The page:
Posted 4 months ago
I think Ulrica Hydman-Vallien at Afors glassworks was inspired by the early glass models, made at the factory in the 1930s, when she designed the glass to this entry:
Hand-painted glass has been the tradition in Afors since the Art-Deco period around 1930. The 19cm high vase I show here is, what I can see on the style, from the 1930s. It's painted on opaque black glass, which was typical for Åfors at the time. This vase is still a bit unusual to other typical glass from Afors in the 1930s I have seen (and that's why I fell for it). Usually dominates the black and unpainted glass, but this has mostly been painted over with the Afors orange-red color. The opacue black glass is just like a stripe on the middle where the decoration has been painted, and as a thin, black line at the edge of the mouth. But it is from Afors, there is no doubt about that, it has namely a sticker from the factory (but pretty worn so I turned it backwards while shooting).
Who designed the glass, I can only guess at. But according to data on glass expert Borje Akerblom's website http://www.bayakerblom.se has these worked by drawing glass for Afors at the time:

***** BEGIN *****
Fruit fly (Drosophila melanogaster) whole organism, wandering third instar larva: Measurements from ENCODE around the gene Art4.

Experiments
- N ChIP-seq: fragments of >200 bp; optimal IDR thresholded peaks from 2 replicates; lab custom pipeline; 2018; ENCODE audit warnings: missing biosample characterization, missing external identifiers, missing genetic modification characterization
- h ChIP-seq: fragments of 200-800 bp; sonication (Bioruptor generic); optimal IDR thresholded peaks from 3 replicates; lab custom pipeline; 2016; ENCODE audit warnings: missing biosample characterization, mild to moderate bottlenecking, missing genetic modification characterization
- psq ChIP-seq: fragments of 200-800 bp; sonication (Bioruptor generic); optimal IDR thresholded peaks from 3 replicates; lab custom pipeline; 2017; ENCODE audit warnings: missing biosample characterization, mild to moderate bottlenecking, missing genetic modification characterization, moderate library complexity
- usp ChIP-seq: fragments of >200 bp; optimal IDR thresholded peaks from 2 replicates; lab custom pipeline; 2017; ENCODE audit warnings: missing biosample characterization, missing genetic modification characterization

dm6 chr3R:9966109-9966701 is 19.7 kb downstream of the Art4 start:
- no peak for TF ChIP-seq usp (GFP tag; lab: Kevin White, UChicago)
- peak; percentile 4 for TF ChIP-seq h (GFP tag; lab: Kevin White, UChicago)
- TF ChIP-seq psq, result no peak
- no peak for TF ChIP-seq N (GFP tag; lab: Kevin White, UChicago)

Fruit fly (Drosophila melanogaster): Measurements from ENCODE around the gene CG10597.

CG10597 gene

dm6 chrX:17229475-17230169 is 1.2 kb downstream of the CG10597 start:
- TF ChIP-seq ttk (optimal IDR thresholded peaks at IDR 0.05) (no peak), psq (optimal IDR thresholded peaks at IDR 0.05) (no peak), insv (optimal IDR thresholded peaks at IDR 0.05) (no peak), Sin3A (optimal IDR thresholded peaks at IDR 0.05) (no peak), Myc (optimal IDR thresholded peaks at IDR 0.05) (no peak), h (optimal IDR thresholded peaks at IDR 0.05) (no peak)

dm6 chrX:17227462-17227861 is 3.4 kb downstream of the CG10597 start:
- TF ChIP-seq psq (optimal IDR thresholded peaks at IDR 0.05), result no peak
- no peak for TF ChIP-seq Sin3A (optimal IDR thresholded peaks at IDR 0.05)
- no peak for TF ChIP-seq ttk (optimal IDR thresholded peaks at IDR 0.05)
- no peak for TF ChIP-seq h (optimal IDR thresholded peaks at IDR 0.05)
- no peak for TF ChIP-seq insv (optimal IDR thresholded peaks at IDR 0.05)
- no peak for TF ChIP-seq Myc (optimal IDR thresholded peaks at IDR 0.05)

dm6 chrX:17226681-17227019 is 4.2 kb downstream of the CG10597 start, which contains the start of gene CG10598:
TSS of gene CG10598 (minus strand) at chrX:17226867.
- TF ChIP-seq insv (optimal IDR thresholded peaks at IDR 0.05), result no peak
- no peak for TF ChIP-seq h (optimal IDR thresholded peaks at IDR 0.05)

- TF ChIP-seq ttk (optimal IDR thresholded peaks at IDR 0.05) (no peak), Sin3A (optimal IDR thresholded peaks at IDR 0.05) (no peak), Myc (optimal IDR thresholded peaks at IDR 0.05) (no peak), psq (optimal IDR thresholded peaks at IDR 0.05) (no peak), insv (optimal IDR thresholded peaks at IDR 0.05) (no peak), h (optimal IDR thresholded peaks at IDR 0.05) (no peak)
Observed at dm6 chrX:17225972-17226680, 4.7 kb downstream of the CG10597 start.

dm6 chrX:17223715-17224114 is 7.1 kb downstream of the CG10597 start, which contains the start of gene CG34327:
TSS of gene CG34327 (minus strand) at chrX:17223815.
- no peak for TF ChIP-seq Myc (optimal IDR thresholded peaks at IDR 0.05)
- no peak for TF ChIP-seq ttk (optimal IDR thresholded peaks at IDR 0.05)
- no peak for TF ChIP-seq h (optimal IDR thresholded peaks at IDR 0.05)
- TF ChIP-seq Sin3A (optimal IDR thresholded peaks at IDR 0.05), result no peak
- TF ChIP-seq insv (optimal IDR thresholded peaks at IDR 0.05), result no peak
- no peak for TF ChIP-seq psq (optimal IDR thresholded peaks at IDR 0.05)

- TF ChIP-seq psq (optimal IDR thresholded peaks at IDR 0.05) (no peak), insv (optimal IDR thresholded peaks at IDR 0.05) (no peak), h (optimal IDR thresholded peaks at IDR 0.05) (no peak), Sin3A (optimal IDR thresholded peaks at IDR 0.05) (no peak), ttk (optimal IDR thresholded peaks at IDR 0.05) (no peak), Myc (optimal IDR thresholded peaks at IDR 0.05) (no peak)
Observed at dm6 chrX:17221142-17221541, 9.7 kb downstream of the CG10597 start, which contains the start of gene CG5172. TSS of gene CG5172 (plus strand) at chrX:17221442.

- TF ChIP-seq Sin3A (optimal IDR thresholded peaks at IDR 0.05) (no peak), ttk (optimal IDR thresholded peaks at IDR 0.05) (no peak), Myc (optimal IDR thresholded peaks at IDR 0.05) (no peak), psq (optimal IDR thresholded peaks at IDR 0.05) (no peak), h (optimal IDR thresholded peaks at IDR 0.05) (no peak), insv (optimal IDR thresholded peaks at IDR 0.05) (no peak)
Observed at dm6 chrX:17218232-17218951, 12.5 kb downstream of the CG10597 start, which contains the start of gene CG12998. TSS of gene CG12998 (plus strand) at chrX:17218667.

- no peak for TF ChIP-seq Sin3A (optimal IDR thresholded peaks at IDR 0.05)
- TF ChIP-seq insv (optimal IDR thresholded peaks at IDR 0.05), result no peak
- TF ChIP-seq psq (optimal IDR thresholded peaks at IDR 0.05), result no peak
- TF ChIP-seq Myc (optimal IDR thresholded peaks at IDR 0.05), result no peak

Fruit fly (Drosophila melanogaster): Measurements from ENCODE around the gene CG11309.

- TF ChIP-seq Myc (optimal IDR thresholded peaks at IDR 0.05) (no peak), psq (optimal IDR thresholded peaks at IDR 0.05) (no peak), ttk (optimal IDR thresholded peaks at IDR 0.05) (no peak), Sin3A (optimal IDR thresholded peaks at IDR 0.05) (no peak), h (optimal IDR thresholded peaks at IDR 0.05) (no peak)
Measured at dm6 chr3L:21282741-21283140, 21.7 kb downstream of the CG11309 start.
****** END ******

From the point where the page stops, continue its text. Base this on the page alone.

Tore Strindberg - about 1930.
Erik Norstrom - about 1930.
Fritz Dahl 1922 - 1937.
Karl Zenkert 1920s -
Karl Diessner 1938 -
Karl Zenkert and Karl Diessner, I know, was also talented glass painters, so maybe it's one of those who painted this vase?
Unfortunately, the Orrefors-Kosta/Boda group closed down production at Åfors last year 2012. First would glass painting remain, but in the autumn came the shocking news, all production stops and Afors glassworks closed down completely. This is the bitter truth that our famous Glass Empire in Sweden is experiencing today. At the same time news came to enrich Orrefors, too close completely. The factory where the Swedish art glass was born and became known also went to the grave 2012. Handcrafted art glass production in larger series is no longer possible in Sweden. Only smaller units remain and for Orrefors-Kosta/Boda Group remains today just Kosta Glassworks, where only about 50 workers could stay.